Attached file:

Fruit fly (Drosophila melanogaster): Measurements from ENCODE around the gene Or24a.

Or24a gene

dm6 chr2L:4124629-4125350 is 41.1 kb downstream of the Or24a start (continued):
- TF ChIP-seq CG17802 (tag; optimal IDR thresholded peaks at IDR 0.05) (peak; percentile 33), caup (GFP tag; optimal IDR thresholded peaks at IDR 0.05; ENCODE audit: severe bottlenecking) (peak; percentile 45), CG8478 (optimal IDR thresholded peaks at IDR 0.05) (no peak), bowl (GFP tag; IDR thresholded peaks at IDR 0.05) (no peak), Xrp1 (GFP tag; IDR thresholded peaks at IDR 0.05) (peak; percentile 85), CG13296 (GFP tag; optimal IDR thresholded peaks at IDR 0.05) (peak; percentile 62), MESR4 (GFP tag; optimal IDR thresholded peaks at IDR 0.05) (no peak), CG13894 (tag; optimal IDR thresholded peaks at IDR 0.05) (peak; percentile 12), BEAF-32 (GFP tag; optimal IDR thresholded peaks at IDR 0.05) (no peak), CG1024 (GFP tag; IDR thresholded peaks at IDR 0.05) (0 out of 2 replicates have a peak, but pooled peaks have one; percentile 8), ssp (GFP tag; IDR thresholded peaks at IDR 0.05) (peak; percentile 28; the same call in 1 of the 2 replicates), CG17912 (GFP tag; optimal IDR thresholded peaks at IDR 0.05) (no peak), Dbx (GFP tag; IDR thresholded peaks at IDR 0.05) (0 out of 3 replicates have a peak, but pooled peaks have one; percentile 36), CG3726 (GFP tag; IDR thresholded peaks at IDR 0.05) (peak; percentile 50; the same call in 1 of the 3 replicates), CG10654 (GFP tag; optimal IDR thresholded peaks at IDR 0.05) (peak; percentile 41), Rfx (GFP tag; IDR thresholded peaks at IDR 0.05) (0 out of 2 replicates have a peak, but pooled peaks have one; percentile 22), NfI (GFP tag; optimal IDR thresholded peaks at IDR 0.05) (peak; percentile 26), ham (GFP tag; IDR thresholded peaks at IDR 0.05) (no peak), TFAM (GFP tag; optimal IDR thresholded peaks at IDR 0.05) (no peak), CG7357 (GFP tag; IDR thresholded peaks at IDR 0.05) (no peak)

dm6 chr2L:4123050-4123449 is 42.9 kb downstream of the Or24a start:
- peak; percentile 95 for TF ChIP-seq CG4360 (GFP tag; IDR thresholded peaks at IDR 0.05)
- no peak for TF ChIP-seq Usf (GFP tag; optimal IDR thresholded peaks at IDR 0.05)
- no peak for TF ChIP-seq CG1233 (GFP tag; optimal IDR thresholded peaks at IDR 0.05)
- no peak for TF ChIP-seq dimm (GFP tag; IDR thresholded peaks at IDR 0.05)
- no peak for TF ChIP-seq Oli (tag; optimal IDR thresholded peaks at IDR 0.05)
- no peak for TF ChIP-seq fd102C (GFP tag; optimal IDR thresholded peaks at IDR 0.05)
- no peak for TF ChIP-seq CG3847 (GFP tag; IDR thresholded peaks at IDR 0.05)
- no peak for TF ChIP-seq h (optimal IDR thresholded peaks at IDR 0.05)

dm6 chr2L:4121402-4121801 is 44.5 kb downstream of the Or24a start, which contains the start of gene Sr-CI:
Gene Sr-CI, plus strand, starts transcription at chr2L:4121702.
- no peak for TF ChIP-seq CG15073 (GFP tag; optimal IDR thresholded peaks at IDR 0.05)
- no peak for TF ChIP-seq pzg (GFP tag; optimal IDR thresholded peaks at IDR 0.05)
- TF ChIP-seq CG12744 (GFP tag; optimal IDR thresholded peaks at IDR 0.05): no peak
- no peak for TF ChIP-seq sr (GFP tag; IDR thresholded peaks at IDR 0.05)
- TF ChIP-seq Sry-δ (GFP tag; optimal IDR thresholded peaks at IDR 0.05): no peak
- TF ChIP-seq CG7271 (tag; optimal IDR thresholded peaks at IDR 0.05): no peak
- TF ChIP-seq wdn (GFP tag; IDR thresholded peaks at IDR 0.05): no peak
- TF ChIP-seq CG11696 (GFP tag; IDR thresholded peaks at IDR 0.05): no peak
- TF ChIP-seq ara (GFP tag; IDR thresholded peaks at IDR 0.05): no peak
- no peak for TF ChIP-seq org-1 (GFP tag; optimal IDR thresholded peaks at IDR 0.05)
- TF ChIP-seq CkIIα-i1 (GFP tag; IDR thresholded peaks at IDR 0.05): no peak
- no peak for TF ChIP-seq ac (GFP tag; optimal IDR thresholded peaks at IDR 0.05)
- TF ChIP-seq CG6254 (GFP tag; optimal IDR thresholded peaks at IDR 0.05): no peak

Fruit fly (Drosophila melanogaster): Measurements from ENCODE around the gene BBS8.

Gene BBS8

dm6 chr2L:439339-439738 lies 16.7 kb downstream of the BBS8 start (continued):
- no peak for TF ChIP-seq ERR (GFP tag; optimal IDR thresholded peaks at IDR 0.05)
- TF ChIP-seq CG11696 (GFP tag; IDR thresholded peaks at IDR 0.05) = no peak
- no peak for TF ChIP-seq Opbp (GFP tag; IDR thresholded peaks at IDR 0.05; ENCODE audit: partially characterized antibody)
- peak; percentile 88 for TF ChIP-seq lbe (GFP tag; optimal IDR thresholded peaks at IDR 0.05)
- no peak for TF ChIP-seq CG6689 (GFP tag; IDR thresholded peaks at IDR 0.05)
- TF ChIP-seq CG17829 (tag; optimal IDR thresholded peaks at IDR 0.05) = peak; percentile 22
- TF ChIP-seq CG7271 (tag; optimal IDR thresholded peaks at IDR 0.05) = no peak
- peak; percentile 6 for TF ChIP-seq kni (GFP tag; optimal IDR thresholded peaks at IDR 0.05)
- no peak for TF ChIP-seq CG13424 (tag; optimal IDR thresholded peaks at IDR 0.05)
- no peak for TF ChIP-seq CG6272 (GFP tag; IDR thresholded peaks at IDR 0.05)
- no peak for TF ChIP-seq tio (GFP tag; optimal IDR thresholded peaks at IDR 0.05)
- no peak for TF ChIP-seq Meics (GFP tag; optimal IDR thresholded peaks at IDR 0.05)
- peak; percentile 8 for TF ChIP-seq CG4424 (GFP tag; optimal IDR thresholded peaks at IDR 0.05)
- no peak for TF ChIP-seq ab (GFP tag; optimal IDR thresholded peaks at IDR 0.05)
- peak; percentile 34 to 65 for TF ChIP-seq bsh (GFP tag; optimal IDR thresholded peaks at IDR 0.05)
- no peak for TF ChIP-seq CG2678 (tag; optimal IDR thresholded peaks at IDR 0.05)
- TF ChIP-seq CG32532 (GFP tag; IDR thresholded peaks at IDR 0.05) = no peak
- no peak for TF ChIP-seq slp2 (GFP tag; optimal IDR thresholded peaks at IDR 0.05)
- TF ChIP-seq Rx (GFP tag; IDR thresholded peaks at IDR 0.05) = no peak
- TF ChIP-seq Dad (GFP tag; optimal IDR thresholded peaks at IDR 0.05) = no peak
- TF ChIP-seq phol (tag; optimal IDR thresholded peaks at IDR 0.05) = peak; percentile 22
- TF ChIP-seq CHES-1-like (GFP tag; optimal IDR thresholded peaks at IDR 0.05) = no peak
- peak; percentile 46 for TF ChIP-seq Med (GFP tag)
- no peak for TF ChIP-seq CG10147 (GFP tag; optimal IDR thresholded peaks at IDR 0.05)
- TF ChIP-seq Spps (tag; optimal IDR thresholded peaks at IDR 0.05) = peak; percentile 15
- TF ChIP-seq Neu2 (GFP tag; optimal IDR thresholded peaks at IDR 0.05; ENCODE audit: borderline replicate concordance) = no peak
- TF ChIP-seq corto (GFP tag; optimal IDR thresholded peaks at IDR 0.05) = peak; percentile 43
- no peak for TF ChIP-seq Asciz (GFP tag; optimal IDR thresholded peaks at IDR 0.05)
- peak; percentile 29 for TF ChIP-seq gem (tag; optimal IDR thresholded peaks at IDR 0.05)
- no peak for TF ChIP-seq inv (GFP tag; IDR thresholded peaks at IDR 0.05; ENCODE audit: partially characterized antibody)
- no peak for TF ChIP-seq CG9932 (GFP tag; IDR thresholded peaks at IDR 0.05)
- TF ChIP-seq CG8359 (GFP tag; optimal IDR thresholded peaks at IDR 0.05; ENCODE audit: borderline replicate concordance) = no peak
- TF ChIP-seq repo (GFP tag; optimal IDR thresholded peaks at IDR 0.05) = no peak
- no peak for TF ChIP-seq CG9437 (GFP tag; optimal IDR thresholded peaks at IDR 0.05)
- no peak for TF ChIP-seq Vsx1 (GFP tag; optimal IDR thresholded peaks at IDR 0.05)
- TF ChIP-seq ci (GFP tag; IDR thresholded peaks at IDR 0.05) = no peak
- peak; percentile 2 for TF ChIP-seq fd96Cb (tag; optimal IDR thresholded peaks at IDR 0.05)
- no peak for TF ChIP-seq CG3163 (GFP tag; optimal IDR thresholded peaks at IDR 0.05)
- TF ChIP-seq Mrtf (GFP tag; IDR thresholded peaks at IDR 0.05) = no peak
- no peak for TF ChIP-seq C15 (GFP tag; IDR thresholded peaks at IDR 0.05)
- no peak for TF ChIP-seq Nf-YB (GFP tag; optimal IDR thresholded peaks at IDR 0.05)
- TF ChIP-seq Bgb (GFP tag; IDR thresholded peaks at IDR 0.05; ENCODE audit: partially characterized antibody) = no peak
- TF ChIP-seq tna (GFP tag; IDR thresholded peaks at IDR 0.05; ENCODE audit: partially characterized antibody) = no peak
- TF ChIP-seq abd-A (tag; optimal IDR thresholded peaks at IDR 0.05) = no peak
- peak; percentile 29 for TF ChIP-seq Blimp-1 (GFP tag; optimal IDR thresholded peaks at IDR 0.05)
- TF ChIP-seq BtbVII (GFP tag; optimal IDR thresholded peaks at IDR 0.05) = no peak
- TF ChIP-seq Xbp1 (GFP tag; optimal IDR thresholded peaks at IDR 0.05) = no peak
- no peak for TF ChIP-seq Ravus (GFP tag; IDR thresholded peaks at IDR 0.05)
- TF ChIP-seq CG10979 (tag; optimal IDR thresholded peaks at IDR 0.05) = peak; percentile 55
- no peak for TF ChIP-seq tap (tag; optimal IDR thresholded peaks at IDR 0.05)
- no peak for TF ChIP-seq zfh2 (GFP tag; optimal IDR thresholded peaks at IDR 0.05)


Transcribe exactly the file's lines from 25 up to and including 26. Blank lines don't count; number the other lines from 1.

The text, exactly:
- no peak for TF ChIP-seq org-1 (GFP tag; optimal IDR thresholded peaks at IDR 0.05)
- TF ChIP-seq CkIIα-i1 (GFP tag; IDR thresholded peaks at IDR 0.05): no peak